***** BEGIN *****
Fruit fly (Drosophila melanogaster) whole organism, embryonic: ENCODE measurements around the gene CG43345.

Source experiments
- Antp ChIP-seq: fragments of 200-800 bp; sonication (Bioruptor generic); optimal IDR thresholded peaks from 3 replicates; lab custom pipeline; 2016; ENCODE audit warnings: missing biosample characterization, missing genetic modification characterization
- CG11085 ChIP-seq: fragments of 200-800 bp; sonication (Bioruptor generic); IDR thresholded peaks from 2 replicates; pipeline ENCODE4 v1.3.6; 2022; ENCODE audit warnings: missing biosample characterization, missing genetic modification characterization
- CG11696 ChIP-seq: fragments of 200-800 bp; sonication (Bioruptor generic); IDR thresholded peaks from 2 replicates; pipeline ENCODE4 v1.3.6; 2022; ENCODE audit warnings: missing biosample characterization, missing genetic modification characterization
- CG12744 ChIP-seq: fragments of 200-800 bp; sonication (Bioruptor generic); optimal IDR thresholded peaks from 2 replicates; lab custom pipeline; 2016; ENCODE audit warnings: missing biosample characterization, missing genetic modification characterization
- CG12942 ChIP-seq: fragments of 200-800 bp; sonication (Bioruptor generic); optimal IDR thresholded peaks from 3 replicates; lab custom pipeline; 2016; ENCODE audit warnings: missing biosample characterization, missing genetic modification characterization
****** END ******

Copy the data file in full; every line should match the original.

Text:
Fruit fly (Drosophila melanogaster) whole organism, embryonic: ENCODE measurements around the gene CG43345.

Source experiments
- Antp ChIP-seq: fragments of 200-800 bp; sonication (Bioruptor generic); optimal IDR thresholded peaks from 3 replicates; lab custom pipeline; 2016; ENCODE audit warnings: missing biosample characterization, missing genetic modification characterization
- CG11085 ChIP-seq: fragments of 200-800 bp; sonication (Bioruptor generic); IDR thresholded peaks from 2 replicates; pipeline ENCODE4 v1.3.6; 2022; ENCODE audit warnings: missing biosample characterization, missing genetic modification characterization
- CG11696 ChIP-seq: fragments of 200-800 bp; sonication (Bioruptor generic); IDR thresholded peaks from 2 replicates; pipeline ENCODE4 v1.3.6; 2022; ENCODE audit warnings: missing biosample characterization, missing genetic modification characterization
- CG12744 ChIP-seq: fragments of 200-800 bp; sonication (Bioruptor generic); optimal IDR thresholded peaks from 2 replicates; lab custom pipeline; 2016; ENCODE audit warnings: missing biosample characterization, missing genetic modification characterization
- CG12942 ChIP-seq: fragments of 200-800 bp; sonication (Bioruptor generic); optimal IDR thresholded peaks from 3 replicates; lab custom pipeline; 2016; ENCODE audit warnings: missing biosample characterization, missing genetic modification characterization